On the Northern coast of Puerto Rico, 50 miles west of San Juan, the city of Arecibo and surrounding area is home to some of the world’s most fertile soil and diverse farmland.
A series of earthquakes and hurricanes have struck the island in recent years, damaging critical farming infrastructure like buildings, roads, irrigation equipment and high-tunnel greenhouses. Still in the rebuilding process, the pandemic caused massive economic pains for Puerto Rican farmers as the economy was forced to close.
“From a consumer perspective, we only see what is on our plates and in our supermarket isles. Small and medium-sized farmers have taken the biggest hit as large farms have the all the tools and financial support,” said Anthony De La Rosa, a private agricultural professional in Puerto Rico.
Through the De La Rosa Company, he educates and supports farmers with hydroponics, agriculture technology and a number of other community outreach programs in Arecibo. After seeing the struggles of farmers around him, De La Rosa set out to develop a program that would educate Puerto Rican farmers as they rebuild and improve their operations.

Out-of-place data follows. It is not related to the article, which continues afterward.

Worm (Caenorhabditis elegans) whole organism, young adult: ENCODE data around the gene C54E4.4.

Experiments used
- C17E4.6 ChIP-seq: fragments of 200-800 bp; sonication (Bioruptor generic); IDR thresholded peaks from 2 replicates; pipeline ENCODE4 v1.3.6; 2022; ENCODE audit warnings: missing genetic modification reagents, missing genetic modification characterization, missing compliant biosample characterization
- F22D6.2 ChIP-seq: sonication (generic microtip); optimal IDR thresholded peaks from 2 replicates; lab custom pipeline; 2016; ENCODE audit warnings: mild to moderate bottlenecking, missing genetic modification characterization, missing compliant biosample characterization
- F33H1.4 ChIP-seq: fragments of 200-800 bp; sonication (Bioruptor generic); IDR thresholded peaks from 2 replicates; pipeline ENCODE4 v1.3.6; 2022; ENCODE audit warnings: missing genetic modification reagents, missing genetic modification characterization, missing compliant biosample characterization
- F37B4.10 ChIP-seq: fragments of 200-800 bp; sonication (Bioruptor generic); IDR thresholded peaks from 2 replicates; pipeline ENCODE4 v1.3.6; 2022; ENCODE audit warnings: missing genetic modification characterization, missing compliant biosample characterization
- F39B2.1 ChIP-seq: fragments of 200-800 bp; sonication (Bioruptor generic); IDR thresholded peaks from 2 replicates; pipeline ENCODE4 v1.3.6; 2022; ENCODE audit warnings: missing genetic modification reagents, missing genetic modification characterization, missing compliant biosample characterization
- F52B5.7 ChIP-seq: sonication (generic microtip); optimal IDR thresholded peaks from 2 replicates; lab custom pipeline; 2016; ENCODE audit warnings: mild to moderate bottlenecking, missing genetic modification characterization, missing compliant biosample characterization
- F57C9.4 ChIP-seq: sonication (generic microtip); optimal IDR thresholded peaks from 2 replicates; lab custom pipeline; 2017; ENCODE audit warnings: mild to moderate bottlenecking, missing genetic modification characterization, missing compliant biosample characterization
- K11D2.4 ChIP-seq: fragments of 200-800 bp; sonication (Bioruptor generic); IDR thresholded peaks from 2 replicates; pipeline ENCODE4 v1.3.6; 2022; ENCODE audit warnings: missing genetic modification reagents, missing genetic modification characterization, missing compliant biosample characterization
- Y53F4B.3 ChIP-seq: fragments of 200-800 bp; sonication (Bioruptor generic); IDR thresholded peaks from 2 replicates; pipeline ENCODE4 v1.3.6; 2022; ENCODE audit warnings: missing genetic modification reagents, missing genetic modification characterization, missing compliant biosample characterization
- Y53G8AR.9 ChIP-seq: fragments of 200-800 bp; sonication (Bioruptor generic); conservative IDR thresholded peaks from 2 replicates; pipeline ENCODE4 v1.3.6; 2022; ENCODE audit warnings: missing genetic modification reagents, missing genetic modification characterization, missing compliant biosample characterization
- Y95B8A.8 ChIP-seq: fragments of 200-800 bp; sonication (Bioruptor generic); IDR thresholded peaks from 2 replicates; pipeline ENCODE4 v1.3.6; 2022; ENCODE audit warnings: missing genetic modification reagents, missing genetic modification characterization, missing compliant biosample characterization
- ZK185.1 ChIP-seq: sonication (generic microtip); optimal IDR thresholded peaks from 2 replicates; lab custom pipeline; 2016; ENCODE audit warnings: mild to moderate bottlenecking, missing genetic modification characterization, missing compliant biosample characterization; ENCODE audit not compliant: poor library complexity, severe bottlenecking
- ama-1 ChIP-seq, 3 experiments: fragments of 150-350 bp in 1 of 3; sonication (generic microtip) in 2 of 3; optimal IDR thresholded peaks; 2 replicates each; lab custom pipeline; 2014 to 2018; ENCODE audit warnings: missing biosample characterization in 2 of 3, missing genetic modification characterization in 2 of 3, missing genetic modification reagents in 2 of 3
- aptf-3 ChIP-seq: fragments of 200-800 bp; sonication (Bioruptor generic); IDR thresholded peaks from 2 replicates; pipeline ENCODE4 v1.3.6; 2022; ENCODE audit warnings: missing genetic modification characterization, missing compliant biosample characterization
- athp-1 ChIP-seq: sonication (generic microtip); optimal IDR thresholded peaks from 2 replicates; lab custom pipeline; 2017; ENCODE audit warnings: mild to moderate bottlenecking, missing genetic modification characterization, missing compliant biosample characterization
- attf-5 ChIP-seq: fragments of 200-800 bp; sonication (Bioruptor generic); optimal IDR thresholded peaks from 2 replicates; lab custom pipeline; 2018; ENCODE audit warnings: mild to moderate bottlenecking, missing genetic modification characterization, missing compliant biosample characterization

Forced to adapt his program due to the COVID-19 pandemic, he reached out to the Southern Sustainable Agriculture Research and Education program to continue his work. Through the Southern SARE Sponsorship Program, De La Rosa received funding to pivot a program designed to teach farmers about hydroponics, sustainability practices and good farm business management, into a virtual setting.
“Things have been hectic the last 7 or 8 months. We’ve tried to focus more on hydroponics and senior farmers. The sponsorship helped me through this by allowing me to host the event.” said De La Rosa.
To keep participants safe, the program was redesigned. The training program was shifted to a three-day webinar designed to improve farm sustainability on the island and teach producers about the potential of hydroponics for their operations. The on-farm demonstration of the hydroponic system was moved to a location that could safely host the event.
The program began on January 1, 2021.
For more information on the Southern SARE program, please visit southern.sare.org
Published by the Southern Region of the Sustainable Agriculture Research and Education (SARE) program. Funded by the USDA National Institute of Food and Agriculture (NIFA), Southern SARE operates under cooperative agreements with the University of Georgia, Fort Valley State University, and the Kerr Center for Sustainable Agriculture to offer competitive grants to advance sustainable agriculture in America’s Southern region. This material is based upon work that is supported by the National Institute of Food and Agriculture, U.S. Department of Agriculture, through Southern Sustainable Agriculture Research and Education. USDA is an equal opportunity employer and service provider. Any opinions, findings, conclusions, or recommendations expressed in this publication are those of the author(s) and do not necessarily reflect the view of the U.S. Department of Agriculture.